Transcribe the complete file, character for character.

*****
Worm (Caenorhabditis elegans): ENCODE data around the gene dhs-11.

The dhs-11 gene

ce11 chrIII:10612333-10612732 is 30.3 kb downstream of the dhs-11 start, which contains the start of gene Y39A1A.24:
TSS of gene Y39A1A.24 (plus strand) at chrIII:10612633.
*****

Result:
Worm (Caenorhabditis elegans): ENCODE data around the gene dhs-11.

The dhs-11 gene

ce11 chrIII:10612333-10612732 is 30.3 kb downstream of the dhs-11 start, which contains the start of gene Y39A1A.24:
TSS of gene Y39A1A.24 (plus strand) at chrIII:10612633.